the pause between seconds

Asking the Bisonics what their musical influences are is like trying to coax quicksilver into a mason jar on the first crack. So intrigued by the disc “seconds” that I had to, dared venture to ask. Its the kind of music that when we are all good and really dead, someone will discover hailing it as a gem, a lost cultural artifact, its neglect symbolic of the overall evil and malignancy of the culture that gave us Justin Beiber and Leonard Cohen as part of a bi-polar social neuroses that can somehow be pinned on Canada justifying an invasion in 2050 claiming they have stolen all the world’s water. Refreshing when the standard canons of conservative ideology are trotted out like show dogs in Madison Square Garden: the Beatles pure bred, U2 clerical bow and be received, and the Stones paleolithic canine resurrection.

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‎(Paul:) Oooh, er, The Coasters, Lionel Bart, Anthony Newley, The Missa Luba, George Formby – you know, all the modern rug-cutting stuff. What else? Godley & Creme, er, comedy film music (‘Two Way Stretch’, ‘St Trinians’, ‘Those Magnificent Men In Their Flying Machines’). …I like music to be onomateopaeic – Carl Stalling, effects-laden stuff like the tunes to ‘The Hair Bear Bunch’, ‘Catweazle’ and ‘Hong Kong Phooey’ – so ‘earnest’ music, like folk or C&W, or shouting men generally moaning, bores me rigid. There are exceptions, of course, and I love the caustic wit of folk sage Jake Thackray. Who?…

…I am the “silent” Bisonic, so called because I like the silence between music. I hate music of all kinds, especially ours. The next album will be completely silent and has a working title of “Extreme Noize Terror”…Also, it may be worth considering that Harold Pinter is actually using his death to test how long one of his legendary pauses can last….

Everybody’s laughing

Crimson sky
Set the sails our hearts are open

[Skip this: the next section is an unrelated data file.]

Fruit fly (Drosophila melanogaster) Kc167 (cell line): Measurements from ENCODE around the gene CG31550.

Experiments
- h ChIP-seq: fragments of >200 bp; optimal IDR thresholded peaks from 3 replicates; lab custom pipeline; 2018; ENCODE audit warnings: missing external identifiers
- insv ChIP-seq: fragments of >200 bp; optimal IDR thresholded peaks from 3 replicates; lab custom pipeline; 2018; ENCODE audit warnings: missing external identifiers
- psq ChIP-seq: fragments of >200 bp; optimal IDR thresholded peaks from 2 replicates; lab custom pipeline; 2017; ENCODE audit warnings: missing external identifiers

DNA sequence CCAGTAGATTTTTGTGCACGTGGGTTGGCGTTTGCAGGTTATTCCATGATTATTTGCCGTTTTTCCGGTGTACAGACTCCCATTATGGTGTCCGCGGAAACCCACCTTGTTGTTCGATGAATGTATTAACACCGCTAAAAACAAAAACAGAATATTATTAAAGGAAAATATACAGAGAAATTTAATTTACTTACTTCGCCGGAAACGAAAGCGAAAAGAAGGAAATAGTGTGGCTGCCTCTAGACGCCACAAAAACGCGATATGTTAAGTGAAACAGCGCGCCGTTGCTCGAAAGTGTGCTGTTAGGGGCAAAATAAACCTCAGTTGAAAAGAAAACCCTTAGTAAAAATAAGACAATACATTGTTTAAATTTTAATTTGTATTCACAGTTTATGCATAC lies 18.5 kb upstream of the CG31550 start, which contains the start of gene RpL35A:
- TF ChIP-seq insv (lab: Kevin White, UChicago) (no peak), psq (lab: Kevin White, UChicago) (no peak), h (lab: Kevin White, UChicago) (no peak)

Don’t cry
I believe release is in your smile

The tide shall turn to shelter us from storm
The seas of charity shall overflow
And bathe us all

Walk on by
Make believe our exile’s chosen
I can see our freedom’s in your mind

The tide shall turn to shelter us from storm
The seas of charity shall overflow
And bathe us all

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2 Responses to the pause between seconds

  1. Millicent Regretti says:

    Good of you to venture into the rarefied world of picking through musicians’ brains to find the starting point. Usually it’s a fruitless task – as they are either too stupid to know where the impetus stems from, or so clever they want to cover their tracks. On the strength of your previous post I caught some Bisonics films on YouTube. Quintessentially English with that mindset that lets an empire slip through their hands just so they can tell jokes and write sad songs about it, their industriousness fueled by indolence. The mention of ‘Two Way Stretch’ could be a subtle clue: a Peter Sellers film and, like Sellers, Bisonics songs are dressed in various disguises, adopt alien attitudes, cloak themselves in irony and humor. It’s a form of guarded exposure. They reveal themselves, and some ugly truths (the heartlessness and egoism of ‘Karaoke Version Of Myself’, the despairing desperate desire of ‘Reunion’) but always at a remove, so they can jump back and say, ‘No, that’s not us; it’s only a game’. A song like ‘Old Hat’ is a case in point; it seems like a facile mockery of outdated manners but it’s really about obsolescence and encroaching irrelevance. I apologize for such a long response but the song ‘What Happened’ (love that absence – deliberate? – of a question-mark) deeply moved me. It was a rare moment in music where both sides are as innocent and guilty as the other, and they are left at the end, staring at each other, wondering what happens next, no easy resolution, no answer, no conciliatory gestures.

    • Dave says:

      thanks for taking the time to write. I think they take responsibility and are willing to face the music. Its painful, but are engaged with that. I would suggest the guardedness takes the form of certain eccentricities; retreating to the parochial and being a bit ambiguous with the semantics which can serve both to liberate and enslave. The other remark, is that the subject material can so raw that some irony and the comic serves as recourse at times to a palliative.

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